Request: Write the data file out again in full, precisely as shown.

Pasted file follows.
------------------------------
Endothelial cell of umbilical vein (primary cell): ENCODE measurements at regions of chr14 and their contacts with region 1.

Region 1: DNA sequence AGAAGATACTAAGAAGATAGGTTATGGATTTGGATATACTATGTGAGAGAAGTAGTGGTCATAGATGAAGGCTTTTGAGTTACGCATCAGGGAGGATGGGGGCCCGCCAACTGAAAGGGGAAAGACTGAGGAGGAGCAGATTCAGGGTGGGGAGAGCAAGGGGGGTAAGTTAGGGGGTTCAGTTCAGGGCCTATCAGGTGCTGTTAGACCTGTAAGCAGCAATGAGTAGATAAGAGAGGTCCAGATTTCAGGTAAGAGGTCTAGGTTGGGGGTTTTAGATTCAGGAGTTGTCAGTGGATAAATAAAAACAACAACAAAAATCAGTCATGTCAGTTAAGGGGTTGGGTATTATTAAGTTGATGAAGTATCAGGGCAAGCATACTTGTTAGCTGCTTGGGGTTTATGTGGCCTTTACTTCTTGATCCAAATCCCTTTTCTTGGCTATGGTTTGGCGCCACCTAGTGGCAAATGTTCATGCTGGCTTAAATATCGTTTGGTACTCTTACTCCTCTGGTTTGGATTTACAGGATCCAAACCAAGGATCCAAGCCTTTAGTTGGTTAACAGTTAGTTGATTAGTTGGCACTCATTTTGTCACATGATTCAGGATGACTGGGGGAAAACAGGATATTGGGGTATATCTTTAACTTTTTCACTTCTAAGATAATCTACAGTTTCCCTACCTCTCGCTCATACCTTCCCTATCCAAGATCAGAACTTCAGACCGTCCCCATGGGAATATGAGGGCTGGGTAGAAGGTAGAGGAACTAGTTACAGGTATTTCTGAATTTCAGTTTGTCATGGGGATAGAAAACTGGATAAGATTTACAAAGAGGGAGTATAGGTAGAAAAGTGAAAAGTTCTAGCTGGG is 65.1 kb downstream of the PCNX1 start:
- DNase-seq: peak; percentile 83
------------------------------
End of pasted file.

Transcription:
Endothelial cell of umbilical vein (primary cell): ENCODE measurements at regions of chr14 and their contacts with region 1.

Region 1: DNA sequence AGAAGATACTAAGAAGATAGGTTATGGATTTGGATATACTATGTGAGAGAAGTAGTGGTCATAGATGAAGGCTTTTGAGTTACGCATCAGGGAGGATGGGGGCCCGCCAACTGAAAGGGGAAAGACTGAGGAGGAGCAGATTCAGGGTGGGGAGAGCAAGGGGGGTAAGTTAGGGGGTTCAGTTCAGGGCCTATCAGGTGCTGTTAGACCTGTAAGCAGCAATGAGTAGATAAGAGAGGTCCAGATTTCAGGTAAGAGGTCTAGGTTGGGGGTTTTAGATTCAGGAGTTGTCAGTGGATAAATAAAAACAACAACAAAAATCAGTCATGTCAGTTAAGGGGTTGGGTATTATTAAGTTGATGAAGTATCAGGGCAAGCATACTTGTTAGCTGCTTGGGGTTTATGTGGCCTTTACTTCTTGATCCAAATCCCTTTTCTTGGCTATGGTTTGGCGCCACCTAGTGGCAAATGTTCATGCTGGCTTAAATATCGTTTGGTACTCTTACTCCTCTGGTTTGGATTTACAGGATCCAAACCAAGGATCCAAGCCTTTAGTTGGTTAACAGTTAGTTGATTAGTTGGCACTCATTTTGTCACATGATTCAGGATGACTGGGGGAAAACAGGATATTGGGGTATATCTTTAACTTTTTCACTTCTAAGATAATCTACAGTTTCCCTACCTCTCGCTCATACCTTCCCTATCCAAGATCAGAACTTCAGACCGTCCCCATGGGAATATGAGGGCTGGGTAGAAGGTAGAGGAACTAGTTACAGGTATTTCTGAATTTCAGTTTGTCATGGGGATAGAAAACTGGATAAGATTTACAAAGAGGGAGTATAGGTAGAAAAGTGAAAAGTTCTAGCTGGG is 65.1 kb downstream of the PCNX1 start:
- DNase-seq: peak; percentile 83